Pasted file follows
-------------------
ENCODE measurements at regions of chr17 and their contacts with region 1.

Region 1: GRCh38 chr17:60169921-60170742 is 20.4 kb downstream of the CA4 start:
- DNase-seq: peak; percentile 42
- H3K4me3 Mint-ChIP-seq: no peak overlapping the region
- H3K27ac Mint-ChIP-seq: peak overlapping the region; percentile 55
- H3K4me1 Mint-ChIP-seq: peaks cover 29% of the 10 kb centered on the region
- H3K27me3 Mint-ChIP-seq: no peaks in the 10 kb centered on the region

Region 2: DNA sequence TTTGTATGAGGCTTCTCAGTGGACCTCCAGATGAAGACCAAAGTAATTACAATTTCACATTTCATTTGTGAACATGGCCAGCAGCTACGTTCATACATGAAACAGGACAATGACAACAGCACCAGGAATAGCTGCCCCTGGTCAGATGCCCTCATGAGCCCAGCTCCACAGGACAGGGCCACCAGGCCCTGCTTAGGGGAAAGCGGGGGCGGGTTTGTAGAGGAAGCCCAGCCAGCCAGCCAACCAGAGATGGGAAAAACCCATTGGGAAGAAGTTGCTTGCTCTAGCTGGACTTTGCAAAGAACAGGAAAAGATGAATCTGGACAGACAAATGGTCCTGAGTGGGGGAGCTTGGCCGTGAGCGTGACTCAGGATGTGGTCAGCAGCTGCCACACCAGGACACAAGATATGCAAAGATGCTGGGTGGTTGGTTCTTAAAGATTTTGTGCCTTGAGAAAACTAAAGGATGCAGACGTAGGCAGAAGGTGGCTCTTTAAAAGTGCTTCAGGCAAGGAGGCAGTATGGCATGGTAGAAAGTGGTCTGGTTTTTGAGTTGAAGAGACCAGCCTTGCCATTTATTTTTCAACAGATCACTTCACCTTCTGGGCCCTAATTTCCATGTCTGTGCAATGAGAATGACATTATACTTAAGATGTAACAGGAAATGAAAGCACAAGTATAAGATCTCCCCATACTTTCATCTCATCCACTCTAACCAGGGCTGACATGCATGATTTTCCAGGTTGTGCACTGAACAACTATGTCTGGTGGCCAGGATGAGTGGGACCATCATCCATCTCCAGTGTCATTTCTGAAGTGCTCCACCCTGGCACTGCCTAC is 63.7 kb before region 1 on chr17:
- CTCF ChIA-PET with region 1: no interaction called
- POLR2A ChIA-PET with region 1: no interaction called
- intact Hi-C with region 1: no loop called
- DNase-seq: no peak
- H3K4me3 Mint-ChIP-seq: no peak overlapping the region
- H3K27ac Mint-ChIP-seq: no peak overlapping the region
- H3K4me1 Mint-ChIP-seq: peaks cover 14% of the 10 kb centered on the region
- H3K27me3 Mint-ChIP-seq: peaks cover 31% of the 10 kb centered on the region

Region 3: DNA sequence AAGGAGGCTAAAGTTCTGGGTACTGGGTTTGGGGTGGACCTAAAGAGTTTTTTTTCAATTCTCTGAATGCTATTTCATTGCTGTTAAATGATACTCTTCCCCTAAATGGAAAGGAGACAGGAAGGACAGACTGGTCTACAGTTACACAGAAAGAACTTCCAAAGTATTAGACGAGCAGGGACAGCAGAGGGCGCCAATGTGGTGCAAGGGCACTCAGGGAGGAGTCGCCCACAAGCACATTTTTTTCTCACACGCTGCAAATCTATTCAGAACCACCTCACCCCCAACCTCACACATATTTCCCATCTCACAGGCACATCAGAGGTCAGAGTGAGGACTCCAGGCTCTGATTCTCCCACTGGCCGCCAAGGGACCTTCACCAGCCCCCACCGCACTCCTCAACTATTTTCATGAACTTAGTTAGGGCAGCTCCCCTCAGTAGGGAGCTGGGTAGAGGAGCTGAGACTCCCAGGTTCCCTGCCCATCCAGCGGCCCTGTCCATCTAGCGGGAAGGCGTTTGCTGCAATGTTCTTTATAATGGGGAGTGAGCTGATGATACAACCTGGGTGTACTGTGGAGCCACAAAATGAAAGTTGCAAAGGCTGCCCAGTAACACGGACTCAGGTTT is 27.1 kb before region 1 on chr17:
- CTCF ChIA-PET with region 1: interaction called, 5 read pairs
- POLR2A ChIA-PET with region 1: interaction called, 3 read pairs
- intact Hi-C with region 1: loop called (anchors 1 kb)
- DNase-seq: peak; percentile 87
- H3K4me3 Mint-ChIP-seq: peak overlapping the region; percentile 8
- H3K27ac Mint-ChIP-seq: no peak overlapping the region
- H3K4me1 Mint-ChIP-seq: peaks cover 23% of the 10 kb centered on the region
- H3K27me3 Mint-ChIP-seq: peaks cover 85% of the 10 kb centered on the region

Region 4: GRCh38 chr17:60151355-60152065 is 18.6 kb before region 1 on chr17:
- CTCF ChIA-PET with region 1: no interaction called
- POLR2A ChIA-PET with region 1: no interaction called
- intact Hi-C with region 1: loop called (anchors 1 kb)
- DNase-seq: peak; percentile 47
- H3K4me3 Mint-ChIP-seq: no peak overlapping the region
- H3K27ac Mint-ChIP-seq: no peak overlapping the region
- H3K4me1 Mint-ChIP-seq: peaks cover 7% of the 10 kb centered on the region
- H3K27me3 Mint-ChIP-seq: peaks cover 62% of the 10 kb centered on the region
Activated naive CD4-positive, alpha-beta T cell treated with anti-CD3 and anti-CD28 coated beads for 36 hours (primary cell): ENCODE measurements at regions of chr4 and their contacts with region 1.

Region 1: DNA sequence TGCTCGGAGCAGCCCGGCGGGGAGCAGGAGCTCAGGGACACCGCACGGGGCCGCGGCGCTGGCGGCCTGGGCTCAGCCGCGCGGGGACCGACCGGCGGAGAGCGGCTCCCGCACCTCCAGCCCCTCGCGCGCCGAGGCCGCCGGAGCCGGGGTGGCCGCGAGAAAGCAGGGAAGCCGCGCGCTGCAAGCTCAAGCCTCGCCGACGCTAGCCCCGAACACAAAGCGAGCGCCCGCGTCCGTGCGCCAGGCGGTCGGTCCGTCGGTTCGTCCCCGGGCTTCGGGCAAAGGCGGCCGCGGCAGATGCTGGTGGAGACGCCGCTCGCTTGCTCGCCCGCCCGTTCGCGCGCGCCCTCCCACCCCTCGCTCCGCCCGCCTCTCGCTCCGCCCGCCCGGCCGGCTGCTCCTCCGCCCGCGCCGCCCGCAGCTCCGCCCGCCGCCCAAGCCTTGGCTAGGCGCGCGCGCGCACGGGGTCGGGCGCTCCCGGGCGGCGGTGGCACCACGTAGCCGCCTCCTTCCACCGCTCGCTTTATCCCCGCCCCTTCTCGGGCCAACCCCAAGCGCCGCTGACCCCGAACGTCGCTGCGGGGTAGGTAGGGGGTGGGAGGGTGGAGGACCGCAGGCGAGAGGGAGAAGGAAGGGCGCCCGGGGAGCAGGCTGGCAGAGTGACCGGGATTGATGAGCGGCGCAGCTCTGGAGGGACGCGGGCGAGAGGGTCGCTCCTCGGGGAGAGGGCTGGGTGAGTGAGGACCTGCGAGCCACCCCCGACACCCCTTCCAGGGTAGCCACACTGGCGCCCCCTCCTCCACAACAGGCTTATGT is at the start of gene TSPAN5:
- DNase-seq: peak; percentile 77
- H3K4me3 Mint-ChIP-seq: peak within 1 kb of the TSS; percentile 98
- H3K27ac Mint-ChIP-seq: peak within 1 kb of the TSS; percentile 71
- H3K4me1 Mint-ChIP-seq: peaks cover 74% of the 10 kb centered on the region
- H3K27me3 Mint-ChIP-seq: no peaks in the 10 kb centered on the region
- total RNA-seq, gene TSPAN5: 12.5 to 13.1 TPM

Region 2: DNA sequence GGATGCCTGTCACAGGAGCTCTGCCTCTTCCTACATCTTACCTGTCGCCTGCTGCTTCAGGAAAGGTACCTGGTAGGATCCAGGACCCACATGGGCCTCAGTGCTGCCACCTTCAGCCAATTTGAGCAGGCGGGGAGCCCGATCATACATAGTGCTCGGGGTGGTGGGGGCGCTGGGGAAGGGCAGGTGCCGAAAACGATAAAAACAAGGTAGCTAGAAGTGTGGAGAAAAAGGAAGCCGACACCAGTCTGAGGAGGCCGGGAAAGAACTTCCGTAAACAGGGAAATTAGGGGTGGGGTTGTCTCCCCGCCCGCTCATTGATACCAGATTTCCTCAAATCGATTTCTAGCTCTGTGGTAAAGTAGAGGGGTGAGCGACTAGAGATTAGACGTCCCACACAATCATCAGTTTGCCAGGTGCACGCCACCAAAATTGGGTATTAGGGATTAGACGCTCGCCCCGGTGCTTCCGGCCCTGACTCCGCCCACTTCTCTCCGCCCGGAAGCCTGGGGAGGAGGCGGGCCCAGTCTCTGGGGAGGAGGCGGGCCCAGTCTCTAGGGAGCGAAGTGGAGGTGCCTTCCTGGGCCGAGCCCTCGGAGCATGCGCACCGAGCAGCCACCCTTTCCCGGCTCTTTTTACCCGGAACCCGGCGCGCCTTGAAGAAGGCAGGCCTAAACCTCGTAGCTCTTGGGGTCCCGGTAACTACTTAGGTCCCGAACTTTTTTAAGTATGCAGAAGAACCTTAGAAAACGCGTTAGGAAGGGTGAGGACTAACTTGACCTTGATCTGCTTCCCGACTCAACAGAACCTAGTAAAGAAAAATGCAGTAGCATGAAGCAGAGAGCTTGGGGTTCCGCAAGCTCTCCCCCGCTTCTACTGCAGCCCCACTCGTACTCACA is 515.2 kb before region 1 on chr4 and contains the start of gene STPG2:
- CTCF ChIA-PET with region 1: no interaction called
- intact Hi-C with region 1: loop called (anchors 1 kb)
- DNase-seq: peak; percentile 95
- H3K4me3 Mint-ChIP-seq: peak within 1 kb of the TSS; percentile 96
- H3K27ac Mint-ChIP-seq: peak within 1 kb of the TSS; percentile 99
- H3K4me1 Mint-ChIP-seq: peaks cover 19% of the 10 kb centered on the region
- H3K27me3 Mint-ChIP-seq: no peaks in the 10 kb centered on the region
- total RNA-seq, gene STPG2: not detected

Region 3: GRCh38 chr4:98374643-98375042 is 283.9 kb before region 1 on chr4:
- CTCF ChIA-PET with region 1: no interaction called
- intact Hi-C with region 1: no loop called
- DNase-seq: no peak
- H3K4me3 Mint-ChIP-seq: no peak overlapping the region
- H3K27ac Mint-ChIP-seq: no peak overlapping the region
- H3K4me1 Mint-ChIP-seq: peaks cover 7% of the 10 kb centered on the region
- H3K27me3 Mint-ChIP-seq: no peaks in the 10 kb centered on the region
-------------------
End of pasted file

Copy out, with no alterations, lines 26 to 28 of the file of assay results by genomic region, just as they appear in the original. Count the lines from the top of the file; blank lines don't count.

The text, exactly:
Region 4: GRCh38 chr17:60151355-60152065 is 18.6 kb before region 1 on chr17:
- CTCF ChIA-PET with region 1: no interaction called
- POLR2A ChIA-PET with region 1: no interaction called